A Christmas List for George Smiley: 5 Food Gadgets for Secret Agents
Salt and Pepper, Alias Cocaine and Heroin
5. Cocaine Heroin Salt and Pepper Shakers:
Understand that a secret agent cannot use normal salt and pepper shakers. Secret agenting is about misdirection. A target must only see what the agent wants him to see -- specious trails of bread crumb and mismarked bottles. Thus, these salt and pepper shakers labeled "Cocaine" and "Heroin," which are made from fine bone china in Staffordshire, England, like all the classy secret agent shit.
Matroyshka Measuring Cups
The secret agent's penchant for things disguised as other things is well documented and understandable. To him, dissimulated devices are simply more relate-able. Less documented however is his love baking, which reportedly has something to do with the intersection of science and art but there's no way to be quite sure. Coupled with his fixation for Russia, measuring cups disguised as nesting matroyshka dolls seem the perfect gift. In sizes ¼, 1/3, ½, 2/3, ¾ and 1 cup he can measure dry ingredients in furtive style!
3. Graffiti Martini Shaker:
We understand he likes it shaken, but can't risk obvious cocktail paraphernalia. (The cocktail shaker is pretty much a henchman's favorite poison receptacle.) How about this nifty cocktail shaker disguised as a can of spray paint? Stainless steel construction, complete with built-in strainer and removable label full of drink recipes.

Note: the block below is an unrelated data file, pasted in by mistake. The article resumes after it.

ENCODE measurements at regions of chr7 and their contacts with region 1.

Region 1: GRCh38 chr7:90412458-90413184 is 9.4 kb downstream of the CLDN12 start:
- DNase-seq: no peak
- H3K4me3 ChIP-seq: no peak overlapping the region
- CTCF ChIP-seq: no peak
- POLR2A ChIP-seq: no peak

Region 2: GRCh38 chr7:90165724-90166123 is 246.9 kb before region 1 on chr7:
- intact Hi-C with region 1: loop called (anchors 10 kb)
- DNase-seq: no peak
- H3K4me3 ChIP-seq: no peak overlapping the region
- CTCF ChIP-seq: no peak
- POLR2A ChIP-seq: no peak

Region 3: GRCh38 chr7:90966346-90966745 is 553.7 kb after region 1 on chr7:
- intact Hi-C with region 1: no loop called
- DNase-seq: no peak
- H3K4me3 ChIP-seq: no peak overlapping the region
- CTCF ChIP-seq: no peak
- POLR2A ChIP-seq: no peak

via Uncommon Goods
If there's one thing we've learned from Bond movies it's that villains love puns. Should your neighbor's enemies ever breach his inner sanctum, forcing him to serve libations while they prematurely divulge their secret plan for world domination, Whiskey Rocks might save his life. Chilled, these flavorless, colorless soapstone cubes will provide occasion for enough "on the rocks" puns followed by maniacal laughter to plan and execute his escape. And they won't dilute the whiskey, which is also very nice.
Diamond Ring Bottle Opener
Whether weeding Soviet moles from British intelligence or strangling her Majesty's enemies to death on an hijacked airplane, the international man of mystery must dress for the occasion. Sometimes it means blending in -- tweed suit, Macintosh, specs -- and sometimes it means wearing an ostentatious diamond ring that doubles as a bottle opener. WARNING: Product will not divert lasers as it is not a real diamond.
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